In this national bestseller, Randy Pausch documents his experience of giving his last lecture at Carnegie Mellon University. "In this book, Randy Pausch has combined the humor, inspiration, and intelligence that made his lecture such a phenomenon and given it an indelible form. It is a book that will be shared for generations to come."
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Fiction

  • Nineteen Minutes

    Nineteen Minutes

    by Jodi Picoult Year Published:
    This powerful fictional story of a school shooting provides a context for discussing the definition of a "normal" student, the impact of being a bully and being bullied, and the often unintended consequences of adult intervention.
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Professional Development

  • Blink: The Power of Thinking Without Thinking

    Blink: The Power of Thinking Without Thinking

    by Malcolm Gladwell Year Published:
    In his follow-up to his best-seller, The Tipping Point, Malcolm Gladwell explores the human unconscious by investigating the split-second decisions that each of us make.
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  • Classroom Instruction that Works: Research-Based S

    Classroom Instruction that Works: Research-Based Strategies for Increasing Student Achievement

    by Robert J. Marzano, Debra J. Pickering and Jane E. Pollock Year Published:
    This text provides research on best practices that improve student achievement. The text is broken down by instructional strategies.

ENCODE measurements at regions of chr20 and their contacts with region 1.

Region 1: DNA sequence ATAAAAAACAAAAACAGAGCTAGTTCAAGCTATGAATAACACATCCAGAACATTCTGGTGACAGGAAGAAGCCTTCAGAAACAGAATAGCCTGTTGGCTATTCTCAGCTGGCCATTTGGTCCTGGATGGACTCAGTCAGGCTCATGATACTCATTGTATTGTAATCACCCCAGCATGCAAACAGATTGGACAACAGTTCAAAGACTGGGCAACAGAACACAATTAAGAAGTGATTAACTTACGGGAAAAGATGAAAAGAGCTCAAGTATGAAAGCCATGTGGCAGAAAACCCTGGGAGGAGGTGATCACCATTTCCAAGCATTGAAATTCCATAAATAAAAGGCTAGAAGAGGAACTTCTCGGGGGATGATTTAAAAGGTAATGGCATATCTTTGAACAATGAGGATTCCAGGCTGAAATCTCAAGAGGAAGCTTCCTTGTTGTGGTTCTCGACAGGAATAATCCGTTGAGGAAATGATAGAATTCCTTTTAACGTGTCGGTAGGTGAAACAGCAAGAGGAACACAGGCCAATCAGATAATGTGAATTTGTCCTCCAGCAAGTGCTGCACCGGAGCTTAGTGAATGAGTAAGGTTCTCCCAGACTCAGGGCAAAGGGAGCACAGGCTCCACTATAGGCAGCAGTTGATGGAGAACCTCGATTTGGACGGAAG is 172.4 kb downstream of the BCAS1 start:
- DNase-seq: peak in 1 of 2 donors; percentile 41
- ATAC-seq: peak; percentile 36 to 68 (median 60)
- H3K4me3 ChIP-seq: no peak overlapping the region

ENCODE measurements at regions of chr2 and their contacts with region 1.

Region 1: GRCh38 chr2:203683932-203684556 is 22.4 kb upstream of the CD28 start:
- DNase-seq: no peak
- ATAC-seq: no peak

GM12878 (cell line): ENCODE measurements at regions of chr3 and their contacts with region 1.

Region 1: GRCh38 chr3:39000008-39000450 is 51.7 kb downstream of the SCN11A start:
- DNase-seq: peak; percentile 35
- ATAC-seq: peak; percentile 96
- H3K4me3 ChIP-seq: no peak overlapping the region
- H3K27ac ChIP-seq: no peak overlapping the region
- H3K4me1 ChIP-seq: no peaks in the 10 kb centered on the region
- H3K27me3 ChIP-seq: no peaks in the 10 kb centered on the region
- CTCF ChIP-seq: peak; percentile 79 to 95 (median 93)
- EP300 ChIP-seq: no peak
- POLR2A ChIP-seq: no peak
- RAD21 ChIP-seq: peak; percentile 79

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  • Clinical Supervision and Teacher Development: Pres

    Clinical Supervision and Teacher Development: Preservice and Inservice Applications

    by Keith A. Acheson and Meredith D. Gall Year Published:
    As the cover of the book states, "[The text] offers straightforward guidance for supervising teachers and encourages professional growth." The authors' work provides resources for administrators and teachers regarding the supervision process.
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  • Dimensions of Leadership Profile: An Approach to Understanding & Developing Effective Leaders

    by Miriam E. Kragness, Ph.D. Year Published:
    This reflective resource asks its users to investigate their own leadership qualities. After utilizing the activities in the text, users will have a better sense of their leadership style and areas that they may need to improve in order to be a successful leader.
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  • Finding Your Leadership Style: A Guide for Educato

    Finding Your Leadership Style: A Guide for Educators

    by Jeffrey Glanz Year Published:
    Jeffrey Glanz text is more of a workbook. Readers are asked to reflect on specific situations. After reflecting on the situations, readers discover information about their leadership style.
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  • Gardening in the Minefield: A Survival Guide for S

    Gardening in the Minefield: A Survival Guide for School Administrators

    by Laurel Schmidt Year Published:
    Laurel Schmidt provides practical insight for aspiring and veteran administrators. Her text describes the daily life of the principal and keys to success in the principalship.
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  • Good to Great

    Good to Great

    by Jim Collins Year Published:
    While this book revolves around businesses that moved from good to great, its lessons can apply to any organization. The line that I love from this book is: "Perhaps your quest to be part of building something great will not fall in your business life. But find it somewhere. If not in corporate life, then perhaps in making your church great. If not there, then perhaps a nonprofit, or a community organization, or a class you teach. Get involved in something that you care so much about that you want to make it the greatest it can possibly be, not because of what you will get, but just because it can be done."